Concerns over climate change and financial matters have become sufficiently widespread to take words and phrases associated with them into the latest edition of a major dictionary.
Many new terms in The Chambers Dictionary come from worries about today's world. On the environment, people keep an anxious eye on "season creep" - the observed changes in the timing of the seasons, especially earlier indications of spring.
And to try to stop it happening, they don't just recycle, but also "upcycle" (turn waste products into higher value products), and "precycle" (reduce waste by avoiding buying products with a lot of packaging).
The recession, having hit high street banks (and savers' accounts), has also had an impact on the new edition of the dictionary.
Words such as "toxic assets", "double-dip" and "overleveraged" (having borrowed too much money and being unable to pay it back) have all entered the book.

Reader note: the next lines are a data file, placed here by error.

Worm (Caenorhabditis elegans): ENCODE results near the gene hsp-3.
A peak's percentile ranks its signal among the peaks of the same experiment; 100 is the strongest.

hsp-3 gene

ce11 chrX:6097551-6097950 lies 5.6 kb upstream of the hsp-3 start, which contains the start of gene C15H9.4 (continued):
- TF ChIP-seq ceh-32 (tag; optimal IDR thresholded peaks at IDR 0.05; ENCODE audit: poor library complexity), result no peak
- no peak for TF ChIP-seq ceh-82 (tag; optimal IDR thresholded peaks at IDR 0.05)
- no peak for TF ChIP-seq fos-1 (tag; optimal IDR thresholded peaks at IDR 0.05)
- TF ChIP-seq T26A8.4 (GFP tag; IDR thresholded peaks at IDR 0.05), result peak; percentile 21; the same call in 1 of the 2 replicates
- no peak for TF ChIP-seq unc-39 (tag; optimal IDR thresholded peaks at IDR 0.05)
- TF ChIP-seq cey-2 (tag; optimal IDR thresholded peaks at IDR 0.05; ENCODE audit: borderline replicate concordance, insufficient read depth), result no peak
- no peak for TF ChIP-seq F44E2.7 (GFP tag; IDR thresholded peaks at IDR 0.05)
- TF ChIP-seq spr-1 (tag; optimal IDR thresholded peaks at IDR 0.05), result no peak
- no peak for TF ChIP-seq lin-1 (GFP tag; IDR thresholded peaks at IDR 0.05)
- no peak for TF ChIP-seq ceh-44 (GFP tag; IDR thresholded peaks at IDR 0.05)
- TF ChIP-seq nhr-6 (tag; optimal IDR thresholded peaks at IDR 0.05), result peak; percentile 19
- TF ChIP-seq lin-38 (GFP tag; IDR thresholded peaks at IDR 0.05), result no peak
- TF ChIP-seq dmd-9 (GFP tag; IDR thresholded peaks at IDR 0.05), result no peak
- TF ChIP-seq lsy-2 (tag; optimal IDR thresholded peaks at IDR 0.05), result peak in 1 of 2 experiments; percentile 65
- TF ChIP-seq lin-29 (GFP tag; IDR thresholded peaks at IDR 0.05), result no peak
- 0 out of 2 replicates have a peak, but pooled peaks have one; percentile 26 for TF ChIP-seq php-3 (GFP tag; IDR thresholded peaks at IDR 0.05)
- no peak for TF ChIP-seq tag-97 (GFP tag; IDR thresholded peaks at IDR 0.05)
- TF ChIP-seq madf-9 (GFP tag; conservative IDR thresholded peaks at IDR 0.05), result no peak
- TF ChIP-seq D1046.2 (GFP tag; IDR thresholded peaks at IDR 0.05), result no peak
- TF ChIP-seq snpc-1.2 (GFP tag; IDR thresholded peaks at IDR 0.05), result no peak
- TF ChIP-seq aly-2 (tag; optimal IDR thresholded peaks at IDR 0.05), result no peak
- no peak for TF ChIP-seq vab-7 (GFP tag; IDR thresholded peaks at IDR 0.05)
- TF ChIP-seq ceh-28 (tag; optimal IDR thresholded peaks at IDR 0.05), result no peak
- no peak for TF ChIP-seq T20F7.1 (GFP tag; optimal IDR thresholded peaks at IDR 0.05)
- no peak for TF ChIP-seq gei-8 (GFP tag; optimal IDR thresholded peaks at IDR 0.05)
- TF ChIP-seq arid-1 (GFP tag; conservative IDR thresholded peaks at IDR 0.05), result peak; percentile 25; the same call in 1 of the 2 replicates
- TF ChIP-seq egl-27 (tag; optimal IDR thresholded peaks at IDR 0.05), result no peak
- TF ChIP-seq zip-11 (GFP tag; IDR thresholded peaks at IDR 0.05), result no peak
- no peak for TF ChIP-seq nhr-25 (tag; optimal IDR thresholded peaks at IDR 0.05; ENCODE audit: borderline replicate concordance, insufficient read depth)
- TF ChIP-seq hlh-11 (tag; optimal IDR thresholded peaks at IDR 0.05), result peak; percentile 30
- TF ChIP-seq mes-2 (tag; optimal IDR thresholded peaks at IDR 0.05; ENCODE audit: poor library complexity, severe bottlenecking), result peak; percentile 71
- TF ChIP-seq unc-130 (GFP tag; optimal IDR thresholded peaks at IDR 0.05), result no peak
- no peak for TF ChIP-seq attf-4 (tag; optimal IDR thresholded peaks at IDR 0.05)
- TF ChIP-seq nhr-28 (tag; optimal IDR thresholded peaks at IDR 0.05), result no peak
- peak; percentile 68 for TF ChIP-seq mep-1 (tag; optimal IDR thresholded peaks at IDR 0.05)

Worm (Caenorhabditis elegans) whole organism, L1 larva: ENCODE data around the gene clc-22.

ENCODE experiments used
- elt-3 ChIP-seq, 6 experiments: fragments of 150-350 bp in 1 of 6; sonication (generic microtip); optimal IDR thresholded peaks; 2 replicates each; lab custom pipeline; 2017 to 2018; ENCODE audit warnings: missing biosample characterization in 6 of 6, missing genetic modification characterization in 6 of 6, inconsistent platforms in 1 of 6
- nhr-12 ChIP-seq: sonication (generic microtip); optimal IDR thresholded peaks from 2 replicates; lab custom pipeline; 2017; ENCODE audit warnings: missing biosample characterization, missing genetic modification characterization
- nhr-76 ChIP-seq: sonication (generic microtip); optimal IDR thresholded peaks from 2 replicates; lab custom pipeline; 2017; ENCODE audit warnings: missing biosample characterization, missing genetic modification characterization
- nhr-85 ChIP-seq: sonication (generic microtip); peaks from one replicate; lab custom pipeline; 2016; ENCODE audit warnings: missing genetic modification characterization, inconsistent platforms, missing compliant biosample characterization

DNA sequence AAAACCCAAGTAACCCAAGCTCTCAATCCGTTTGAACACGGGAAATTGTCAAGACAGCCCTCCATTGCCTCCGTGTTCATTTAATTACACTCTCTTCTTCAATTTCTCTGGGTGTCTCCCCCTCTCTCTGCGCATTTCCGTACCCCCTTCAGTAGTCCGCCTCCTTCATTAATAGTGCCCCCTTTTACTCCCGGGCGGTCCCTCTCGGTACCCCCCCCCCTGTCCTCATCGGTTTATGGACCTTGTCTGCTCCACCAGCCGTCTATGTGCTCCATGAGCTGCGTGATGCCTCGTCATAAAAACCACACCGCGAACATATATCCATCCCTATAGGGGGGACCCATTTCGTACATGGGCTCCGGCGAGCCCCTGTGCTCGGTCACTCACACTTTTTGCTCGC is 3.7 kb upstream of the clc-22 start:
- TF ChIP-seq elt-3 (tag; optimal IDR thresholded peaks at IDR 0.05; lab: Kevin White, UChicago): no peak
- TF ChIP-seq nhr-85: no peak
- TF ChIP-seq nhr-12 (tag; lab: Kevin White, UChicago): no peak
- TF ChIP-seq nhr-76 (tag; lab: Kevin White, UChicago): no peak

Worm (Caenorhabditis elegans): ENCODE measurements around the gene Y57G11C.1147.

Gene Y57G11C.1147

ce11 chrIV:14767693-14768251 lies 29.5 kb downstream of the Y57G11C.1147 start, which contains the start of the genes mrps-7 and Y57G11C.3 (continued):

Hundreds of new words have been added to the forthcoming edition - and nearly a quarter derive from internet culture.
So we see "minisode", a heavily abridged version of a TV show, especially broadcast online, and "crowdsourcing", which reflects the internet's power to reach large numbers of people at the click of a mouse.
The dictionary features more than 620,000 words, phrases and definitions and offers some witty definitions, for example "man flu" (facetious) - a heavy cold (from the idea that men tend to exaggerate the seriousness of the condition).
The Chambers Dictionary, 12th Edition, is published by Chambers Harrap, an imprint of Hodder Education. Hardback; approx 1,900 pages; price varies between £50-£40.